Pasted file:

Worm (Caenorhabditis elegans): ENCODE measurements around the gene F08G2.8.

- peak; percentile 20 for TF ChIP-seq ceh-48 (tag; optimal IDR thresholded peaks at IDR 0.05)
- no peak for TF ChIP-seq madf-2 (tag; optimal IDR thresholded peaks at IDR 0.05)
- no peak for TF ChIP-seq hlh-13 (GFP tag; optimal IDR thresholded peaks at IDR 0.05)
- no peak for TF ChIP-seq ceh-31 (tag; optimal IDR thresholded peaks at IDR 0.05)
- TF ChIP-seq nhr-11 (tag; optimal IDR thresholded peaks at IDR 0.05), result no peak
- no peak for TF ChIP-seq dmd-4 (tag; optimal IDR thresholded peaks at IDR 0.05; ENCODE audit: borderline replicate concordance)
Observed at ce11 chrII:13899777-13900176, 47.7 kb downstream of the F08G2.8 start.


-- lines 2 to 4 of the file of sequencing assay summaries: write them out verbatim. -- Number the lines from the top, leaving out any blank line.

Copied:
- peak; percentile 20 for TF ChIP-seq ceh-48 (tag; optimal IDR thresholded peaks at IDR 0.05)
- no peak for TF ChIP-seq madf-2 (tag; optimal IDR thresholded peaks at IDR 0.05)
- no peak for TF ChIP-seq hlh-13 (GFP tag; optimal IDR thresholded peaks at IDR 0.05)